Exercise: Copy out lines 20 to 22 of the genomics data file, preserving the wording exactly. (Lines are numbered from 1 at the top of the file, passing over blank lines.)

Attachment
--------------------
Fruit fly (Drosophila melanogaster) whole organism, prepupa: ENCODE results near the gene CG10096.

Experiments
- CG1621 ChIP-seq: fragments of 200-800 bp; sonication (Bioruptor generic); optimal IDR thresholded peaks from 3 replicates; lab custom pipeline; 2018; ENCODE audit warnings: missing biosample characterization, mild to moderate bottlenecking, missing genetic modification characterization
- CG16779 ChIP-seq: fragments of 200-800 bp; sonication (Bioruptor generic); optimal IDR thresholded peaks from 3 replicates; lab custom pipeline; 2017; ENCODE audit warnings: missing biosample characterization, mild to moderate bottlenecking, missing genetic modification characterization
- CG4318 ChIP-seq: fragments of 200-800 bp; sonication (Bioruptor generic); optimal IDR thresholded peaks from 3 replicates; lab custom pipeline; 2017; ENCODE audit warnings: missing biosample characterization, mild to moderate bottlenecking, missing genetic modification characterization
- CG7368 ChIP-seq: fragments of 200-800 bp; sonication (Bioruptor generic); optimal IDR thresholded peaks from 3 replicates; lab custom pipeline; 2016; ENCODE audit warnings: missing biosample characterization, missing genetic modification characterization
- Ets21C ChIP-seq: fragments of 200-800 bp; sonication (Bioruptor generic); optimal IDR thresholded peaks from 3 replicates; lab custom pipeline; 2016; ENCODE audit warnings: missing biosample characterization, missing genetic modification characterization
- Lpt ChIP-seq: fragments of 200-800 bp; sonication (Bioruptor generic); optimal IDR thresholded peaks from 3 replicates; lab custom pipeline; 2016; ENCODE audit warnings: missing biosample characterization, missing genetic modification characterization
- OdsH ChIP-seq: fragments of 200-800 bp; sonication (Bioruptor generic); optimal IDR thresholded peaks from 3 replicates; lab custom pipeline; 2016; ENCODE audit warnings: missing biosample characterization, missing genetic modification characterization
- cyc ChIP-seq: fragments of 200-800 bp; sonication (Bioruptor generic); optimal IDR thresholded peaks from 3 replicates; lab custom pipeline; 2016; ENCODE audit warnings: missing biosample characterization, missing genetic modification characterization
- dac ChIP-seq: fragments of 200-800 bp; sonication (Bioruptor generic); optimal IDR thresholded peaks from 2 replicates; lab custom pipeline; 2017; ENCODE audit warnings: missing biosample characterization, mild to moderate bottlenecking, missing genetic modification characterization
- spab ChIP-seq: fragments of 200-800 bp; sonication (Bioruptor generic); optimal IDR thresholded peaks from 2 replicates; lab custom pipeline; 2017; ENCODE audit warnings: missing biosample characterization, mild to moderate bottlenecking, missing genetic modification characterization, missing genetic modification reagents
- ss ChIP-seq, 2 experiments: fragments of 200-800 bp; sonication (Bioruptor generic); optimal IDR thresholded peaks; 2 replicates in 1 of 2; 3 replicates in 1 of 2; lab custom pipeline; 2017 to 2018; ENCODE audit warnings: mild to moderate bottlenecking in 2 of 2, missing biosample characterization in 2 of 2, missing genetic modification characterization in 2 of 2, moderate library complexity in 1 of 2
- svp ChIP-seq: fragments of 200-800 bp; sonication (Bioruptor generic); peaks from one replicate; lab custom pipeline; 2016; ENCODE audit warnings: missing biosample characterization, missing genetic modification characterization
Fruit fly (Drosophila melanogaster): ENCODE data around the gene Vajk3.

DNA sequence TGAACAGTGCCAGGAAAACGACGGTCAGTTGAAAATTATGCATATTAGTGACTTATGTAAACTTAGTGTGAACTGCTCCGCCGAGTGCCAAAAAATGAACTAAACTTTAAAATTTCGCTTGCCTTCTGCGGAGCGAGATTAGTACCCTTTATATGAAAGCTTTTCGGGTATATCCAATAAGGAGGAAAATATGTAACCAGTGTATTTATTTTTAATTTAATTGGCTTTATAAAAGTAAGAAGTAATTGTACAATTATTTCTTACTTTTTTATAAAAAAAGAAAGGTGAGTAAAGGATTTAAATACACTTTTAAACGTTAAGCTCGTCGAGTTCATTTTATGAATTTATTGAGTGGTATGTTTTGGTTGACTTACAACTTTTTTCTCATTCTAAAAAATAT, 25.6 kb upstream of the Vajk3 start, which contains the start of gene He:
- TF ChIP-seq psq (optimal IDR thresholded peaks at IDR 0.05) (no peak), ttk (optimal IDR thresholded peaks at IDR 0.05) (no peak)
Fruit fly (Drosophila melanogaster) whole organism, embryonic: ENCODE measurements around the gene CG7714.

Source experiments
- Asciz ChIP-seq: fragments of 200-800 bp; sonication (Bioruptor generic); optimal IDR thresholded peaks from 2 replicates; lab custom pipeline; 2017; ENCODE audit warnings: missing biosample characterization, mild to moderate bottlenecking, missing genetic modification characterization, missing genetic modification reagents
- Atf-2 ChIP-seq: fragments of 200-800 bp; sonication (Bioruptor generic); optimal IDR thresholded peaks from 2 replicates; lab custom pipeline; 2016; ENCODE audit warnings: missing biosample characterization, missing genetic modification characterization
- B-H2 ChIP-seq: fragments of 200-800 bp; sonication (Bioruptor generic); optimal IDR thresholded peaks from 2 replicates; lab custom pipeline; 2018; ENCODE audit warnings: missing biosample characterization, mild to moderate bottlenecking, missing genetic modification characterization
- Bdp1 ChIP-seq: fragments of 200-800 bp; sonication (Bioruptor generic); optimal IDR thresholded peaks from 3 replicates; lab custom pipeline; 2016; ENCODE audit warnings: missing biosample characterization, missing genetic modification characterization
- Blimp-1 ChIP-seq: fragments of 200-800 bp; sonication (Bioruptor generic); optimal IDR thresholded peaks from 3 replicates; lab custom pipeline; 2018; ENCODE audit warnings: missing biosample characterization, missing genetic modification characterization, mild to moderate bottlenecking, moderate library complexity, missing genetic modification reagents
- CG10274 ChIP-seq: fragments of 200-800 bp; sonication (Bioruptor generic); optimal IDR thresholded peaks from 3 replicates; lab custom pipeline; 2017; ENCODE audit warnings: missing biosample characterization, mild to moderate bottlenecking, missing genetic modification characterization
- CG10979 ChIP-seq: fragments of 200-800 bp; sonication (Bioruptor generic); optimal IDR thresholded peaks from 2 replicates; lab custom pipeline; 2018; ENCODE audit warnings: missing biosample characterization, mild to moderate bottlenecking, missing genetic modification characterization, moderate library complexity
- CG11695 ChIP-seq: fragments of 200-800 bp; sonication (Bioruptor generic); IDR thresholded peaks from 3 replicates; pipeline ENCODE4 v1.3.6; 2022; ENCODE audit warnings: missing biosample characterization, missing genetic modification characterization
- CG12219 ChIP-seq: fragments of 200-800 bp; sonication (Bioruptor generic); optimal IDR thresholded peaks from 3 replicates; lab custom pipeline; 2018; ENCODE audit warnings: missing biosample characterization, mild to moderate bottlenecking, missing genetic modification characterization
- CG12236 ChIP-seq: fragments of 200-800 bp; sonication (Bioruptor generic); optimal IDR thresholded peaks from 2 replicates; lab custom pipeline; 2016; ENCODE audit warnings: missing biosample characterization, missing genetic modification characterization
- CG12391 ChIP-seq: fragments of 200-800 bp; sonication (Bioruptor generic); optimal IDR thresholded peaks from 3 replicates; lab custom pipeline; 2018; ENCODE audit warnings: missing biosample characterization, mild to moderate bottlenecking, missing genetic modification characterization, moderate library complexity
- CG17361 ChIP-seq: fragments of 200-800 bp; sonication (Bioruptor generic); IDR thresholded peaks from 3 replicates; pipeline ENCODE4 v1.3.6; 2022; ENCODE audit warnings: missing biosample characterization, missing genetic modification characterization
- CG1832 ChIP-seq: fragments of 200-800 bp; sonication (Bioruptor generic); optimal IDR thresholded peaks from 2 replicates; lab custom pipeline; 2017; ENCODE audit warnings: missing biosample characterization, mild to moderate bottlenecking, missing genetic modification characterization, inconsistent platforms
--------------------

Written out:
- Asciz ChIP-seq: fragments of 200-800 bp; sonication (Bioruptor generic); optimal IDR thresholded peaks from 2 replicates; lab custom pipeline; 2017; ENCODE audit warnings: missing biosample characterization, mild to moderate bottlenecking, missing genetic modification characterization, missing genetic modification reagents
- Atf-2 ChIP-seq: fragments of 200-800 bp; sonication (Bioruptor generic); optimal IDR thresholded peaks from 2 replicates; lab custom pipeline; 2016; ENCODE audit warnings: missing biosample characterization, missing genetic modification characterization
- B-H2 ChIP-seq: fragments of 200-800 bp; sonication (Bioruptor generic); optimal IDR thresholded peaks from 2 replicates; lab custom pipeline; 2018; ENCODE audit warnings: missing biosample characterization, mild to moderate bottlenecking, missing genetic modification characterization